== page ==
Climate change: Tibet wettest in 2010 in 3,500 years
Recent decades have likely been the wettest on record in the semi-arid Tibetan plateau, researchers say, warning that any further large-scale warming might lead to even greater rainfall in Tibet, the birthplace for Asia's great rivers.
The wettest individual year reconstructed in 3,500 years in northeastern Tibet is 2010, say climate researchers at the University of East Anglia (UEA) and the Chinese Academy of Sciences in an online paper in US academic journal Proceedings of the National Academy of Sciences.
It says precipitation during the past 50 years in the plateau has been historically high. The researchers have reconstructed precipitation records by using sub-fossil, archaeological and living juniper tree samples from the plateau.
They reveal a trend towards wider growth rings on trees, implying moister growing conditions, with the last 50 years seeing increasing amounts of rainfall.
Tim Osborn from UEA's climatic research unit said: "Our collaboration with scientists from China has been very fruitful, leading to what is currently the longest tree-ring-width record in the cold and arid northeastern Tibetan plateau."
"Not only is the record very long, it is based on samples from more than 1,000 trees, some of which have an individual lifespan of more than 2,000 years. These are among the longest-lived trees in the world," he said.
Osborn said these trees are not only long-lived but are useful for understanding how climate has changed.
"The widths of the tree rings show a close correspondence with observations from rain gauges over the last 55 years, such that tree rings in wetter years tend to be wider than tree rings in drier years."
He said the most recent few decades have seen, on an average, the widest rings in the 3,500-year record which suggests that this may have been the wettest period, perhaps associated with global warming during the last century.
According to Osborn, over the last 2,000 years when the northern hemisphere was warm, it appeared to be wetter in the mountains of northeastern Tibet. "This suggests that any further large-scale warming might be associated with even greater rainfall in this region - though we note that other factors could also have contributed to the increased ring widths."
The 17th Karmapa Ogyen Trinley Dorje, the third most important Tibetan religious head, also believes Tibet is currently highly vulnerable to climate change.
"It's an unfortunate fact that the temperature of the Tibetan plateau is increasing faster than most other places on earth due to climate change," said the Buddhist monk in a write-up titled "Walking the Path of Environmental: Buddhism through Compassion and Emptiness" in Conservation Biology, a prestigious scientific journal.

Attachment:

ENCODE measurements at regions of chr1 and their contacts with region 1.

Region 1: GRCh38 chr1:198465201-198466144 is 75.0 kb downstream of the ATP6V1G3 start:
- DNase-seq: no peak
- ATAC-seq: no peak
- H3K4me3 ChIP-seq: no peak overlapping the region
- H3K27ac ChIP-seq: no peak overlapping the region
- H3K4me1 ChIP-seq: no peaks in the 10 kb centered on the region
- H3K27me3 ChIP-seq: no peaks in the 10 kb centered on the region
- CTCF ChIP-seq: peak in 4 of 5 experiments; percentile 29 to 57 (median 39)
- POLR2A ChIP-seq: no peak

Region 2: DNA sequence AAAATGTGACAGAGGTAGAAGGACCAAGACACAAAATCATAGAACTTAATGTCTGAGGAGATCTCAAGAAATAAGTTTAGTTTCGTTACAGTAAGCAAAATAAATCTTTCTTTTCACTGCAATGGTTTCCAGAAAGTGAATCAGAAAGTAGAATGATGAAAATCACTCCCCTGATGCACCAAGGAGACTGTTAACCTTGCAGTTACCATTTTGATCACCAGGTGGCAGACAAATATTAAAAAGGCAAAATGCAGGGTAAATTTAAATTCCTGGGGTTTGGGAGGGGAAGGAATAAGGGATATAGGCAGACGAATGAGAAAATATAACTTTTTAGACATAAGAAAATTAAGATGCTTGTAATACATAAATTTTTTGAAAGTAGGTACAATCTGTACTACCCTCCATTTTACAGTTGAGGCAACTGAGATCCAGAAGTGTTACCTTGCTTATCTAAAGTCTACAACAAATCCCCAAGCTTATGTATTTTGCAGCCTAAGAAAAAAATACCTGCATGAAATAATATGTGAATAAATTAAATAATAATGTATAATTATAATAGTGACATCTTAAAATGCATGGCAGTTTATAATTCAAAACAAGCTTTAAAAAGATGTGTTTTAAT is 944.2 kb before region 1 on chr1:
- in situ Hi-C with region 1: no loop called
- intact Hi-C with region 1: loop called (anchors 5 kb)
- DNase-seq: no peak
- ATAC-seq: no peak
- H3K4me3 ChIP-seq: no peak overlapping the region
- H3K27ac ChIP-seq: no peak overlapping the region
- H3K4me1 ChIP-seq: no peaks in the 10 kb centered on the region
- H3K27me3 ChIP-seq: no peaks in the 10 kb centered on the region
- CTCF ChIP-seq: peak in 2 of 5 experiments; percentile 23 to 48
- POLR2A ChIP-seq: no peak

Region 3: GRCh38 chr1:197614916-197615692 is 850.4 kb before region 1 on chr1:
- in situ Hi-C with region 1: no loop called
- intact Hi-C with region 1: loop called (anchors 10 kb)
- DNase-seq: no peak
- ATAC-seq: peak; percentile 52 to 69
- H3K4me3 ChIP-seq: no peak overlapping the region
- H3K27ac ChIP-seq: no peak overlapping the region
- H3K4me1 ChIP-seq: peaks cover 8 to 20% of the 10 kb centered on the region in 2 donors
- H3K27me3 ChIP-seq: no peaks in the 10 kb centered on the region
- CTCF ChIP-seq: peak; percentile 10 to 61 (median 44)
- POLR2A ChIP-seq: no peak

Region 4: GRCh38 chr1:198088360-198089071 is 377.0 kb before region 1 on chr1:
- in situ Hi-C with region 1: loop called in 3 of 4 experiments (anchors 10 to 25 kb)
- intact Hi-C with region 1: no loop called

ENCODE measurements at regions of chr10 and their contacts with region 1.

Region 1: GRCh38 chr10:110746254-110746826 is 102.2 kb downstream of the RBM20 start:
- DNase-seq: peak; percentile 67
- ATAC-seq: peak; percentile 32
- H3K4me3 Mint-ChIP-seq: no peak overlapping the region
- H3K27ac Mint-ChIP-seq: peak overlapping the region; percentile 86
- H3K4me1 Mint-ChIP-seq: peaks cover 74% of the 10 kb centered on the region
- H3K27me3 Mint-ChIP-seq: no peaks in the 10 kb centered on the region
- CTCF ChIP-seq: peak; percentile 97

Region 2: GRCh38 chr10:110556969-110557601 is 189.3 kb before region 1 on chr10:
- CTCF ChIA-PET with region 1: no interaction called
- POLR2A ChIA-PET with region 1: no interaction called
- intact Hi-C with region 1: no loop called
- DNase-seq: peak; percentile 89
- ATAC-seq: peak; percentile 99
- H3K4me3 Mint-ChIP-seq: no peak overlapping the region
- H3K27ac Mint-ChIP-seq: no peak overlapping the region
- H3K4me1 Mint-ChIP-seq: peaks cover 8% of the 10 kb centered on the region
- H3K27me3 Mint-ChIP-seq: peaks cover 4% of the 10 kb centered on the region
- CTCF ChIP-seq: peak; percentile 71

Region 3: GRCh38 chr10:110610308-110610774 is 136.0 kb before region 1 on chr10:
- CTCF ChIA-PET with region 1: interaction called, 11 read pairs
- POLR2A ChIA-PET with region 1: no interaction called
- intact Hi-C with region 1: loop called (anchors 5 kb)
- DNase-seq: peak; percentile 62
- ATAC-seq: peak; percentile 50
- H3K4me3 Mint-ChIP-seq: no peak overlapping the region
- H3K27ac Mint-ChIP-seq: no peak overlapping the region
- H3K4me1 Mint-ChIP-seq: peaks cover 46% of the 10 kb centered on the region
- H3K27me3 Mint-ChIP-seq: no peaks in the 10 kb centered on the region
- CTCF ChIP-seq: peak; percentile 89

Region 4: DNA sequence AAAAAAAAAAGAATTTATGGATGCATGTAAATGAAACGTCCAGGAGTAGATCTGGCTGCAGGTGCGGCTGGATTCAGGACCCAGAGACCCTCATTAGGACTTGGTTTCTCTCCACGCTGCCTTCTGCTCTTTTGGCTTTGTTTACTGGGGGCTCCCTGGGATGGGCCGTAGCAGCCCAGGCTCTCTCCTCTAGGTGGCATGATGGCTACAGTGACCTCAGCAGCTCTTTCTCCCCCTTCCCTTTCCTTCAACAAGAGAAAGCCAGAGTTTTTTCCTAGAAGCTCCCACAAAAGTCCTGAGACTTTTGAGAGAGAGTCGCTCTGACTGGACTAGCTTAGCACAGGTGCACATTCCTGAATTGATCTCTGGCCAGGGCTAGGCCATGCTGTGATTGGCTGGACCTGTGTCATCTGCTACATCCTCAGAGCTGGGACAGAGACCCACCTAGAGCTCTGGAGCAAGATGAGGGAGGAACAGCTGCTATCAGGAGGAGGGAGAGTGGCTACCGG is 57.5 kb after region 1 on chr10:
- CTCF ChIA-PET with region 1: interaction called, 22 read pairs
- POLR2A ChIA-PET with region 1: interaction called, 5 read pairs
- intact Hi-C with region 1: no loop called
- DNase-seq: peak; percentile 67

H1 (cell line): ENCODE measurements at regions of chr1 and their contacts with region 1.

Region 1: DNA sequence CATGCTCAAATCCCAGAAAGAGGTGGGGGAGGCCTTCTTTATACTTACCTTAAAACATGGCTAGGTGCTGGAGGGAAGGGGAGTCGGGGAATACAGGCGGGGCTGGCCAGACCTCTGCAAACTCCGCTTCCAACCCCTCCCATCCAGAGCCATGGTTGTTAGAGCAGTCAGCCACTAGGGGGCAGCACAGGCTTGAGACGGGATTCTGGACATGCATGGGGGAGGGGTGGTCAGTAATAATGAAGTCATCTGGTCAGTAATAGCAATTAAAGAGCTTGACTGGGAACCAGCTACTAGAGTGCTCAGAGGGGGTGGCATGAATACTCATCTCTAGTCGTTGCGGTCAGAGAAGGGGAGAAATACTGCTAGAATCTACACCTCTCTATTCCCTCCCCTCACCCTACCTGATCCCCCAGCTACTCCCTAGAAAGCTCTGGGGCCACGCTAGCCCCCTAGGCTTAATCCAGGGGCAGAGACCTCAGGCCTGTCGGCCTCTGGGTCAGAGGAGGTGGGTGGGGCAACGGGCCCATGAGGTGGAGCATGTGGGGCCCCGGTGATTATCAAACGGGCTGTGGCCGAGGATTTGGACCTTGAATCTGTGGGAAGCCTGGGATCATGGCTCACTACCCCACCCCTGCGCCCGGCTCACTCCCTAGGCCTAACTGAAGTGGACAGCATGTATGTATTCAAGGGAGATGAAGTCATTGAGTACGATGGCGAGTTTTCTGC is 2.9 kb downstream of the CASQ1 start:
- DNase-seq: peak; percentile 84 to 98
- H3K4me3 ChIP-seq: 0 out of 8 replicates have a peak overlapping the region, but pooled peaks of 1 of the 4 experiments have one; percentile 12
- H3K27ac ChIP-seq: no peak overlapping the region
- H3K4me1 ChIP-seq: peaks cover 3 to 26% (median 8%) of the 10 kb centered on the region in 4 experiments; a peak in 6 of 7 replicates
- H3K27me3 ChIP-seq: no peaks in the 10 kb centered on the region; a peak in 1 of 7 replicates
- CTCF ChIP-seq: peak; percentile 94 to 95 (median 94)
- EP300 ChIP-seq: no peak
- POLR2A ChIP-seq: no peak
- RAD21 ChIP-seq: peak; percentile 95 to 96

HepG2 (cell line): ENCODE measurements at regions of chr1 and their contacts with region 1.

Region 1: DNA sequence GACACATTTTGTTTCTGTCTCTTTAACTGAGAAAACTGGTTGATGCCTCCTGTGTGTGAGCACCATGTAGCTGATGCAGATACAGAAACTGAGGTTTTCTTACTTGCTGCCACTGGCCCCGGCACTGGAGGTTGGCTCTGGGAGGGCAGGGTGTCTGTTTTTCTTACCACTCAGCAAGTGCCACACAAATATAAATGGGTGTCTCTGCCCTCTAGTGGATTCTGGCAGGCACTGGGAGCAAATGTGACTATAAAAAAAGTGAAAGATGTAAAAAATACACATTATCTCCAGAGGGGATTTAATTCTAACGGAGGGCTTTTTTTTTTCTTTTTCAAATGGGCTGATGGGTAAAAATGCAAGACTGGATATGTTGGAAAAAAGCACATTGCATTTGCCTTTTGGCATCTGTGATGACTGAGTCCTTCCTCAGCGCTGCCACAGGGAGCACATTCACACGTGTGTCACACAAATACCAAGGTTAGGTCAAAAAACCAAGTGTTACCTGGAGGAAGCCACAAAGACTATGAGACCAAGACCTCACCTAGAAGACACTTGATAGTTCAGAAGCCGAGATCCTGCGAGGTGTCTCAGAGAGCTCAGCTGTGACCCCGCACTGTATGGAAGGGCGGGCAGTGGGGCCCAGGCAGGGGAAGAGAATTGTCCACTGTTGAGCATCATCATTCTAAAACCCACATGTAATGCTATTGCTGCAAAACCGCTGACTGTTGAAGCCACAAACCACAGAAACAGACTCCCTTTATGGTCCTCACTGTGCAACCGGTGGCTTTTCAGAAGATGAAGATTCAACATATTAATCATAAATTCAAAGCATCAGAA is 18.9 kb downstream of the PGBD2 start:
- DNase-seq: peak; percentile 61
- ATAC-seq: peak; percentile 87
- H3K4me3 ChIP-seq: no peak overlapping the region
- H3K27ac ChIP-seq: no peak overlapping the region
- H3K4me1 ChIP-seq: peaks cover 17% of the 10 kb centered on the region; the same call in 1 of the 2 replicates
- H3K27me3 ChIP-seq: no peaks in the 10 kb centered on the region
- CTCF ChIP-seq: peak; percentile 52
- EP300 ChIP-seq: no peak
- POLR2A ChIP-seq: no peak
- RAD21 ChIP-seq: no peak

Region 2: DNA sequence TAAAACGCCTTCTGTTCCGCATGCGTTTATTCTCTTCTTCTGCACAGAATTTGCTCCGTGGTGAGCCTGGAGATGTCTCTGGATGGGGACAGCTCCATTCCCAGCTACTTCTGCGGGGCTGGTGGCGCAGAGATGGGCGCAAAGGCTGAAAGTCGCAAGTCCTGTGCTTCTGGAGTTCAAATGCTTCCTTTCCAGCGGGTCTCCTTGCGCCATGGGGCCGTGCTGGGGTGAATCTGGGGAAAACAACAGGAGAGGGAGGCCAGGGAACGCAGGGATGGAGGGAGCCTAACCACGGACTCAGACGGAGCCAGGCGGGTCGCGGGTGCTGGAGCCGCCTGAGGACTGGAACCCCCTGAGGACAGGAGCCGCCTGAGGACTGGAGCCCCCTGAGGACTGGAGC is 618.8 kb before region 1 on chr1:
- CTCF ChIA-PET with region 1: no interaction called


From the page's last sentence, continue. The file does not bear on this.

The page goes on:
The Karmapa, who resides in a monastery on the outskirts of this town from where the Tibetan government-in-exile functions, says Tibet is sometimes called the Third Pole because it stores the most ice and water after the Arctic and Antarctic.
"If its water sources dry up or become contaminated, there will be fateful consequences for over a billion people," he said.
Even a report of Tibetan government-in-exile points out that the Tibetan plateau is staring at ecological destruction.
"Human activities are mainly responsible for the destruction of Tibet's ecological balance," says the report titled "A synthesis of recent science and Tibetan research on climate change".
According to the report, the temperature increase on the Tibetan plateau is twice the global average, resulting in quicker degradation of permafrost, drastic changes in climate patterns and desertification of vast grasslands.
Tibetan spiritual leader Dalai Lama has also expressed concern over the issue.
According to the Dalai Lama's official website, he has expressed concern over deterioration of the environment in Tibet, the rapid disappearance of animal and plant life and the large-scale deforestation and mining activities at the origin of major international rivers.
"Many of the rivers which flow through large areas of Asia, through Pakistan, India, China, Vietnam, Laos and Cambodia, rivers such as the Yellow river, Brahmaputra, Yangtse, Salween and Mekong, all originate in Tibet. It's at the places of origin of these rivers that large-scale deforestation and mining are taking place. The pollution of these rivers has a drastic effect on the downstream countries," the spiritual leader said.
The Dalai Lama, along with many of his supporters, fled Tibet and took refuge in India when Chinese troops moved in and took control of Lhasa in 1959. India is home to around 100,000 Tibetans.
(Vishal Gulati can be contacted at email@example.com)
(Posted on 16-02-2014)